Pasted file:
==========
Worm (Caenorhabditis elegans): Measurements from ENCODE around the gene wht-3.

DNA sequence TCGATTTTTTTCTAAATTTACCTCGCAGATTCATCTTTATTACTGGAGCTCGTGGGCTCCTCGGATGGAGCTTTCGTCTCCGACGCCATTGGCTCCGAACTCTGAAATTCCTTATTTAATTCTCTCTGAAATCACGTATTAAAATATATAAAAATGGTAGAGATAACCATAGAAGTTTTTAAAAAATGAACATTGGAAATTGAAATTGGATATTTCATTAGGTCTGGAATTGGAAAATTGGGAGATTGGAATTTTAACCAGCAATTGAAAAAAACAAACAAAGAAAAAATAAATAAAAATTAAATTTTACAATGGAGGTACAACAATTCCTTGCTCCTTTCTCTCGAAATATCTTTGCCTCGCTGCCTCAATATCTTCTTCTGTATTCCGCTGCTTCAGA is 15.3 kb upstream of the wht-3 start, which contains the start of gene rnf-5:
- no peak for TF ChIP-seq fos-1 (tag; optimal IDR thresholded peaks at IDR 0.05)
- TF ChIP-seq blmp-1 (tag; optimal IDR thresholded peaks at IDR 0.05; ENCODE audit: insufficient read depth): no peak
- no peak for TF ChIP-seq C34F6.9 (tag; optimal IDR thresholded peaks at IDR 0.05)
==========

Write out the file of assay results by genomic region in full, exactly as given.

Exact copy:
Worm (Caenorhabditis elegans): Measurements from ENCODE around the gene wht-3.

DNA sequence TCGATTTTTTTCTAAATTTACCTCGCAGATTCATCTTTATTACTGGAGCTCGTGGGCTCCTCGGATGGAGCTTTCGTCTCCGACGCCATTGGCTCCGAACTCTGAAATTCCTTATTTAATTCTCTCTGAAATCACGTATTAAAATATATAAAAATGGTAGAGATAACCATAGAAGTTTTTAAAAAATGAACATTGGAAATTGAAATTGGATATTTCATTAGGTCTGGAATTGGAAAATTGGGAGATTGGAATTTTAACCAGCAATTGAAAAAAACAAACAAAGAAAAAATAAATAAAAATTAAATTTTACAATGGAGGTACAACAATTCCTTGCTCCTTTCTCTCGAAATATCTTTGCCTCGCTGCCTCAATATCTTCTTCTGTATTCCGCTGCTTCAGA is 15.3 kb upstream of the wht-3 start, which contains the start of gene rnf-5:
- no peak for TF ChIP-seq fos-1 (tag; optimal IDR thresholded peaks at IDR 0.05)
- TF ChIP-seq blmp-1 (tag; optimal IDR thresholded peaks at IDR 0.05; ENCODE audit: insufficient read depth): no peak
- no peak for TF ChIP-seq C34F6.9 (tag; optimal IDR thresholded peaks at IDR 0.05)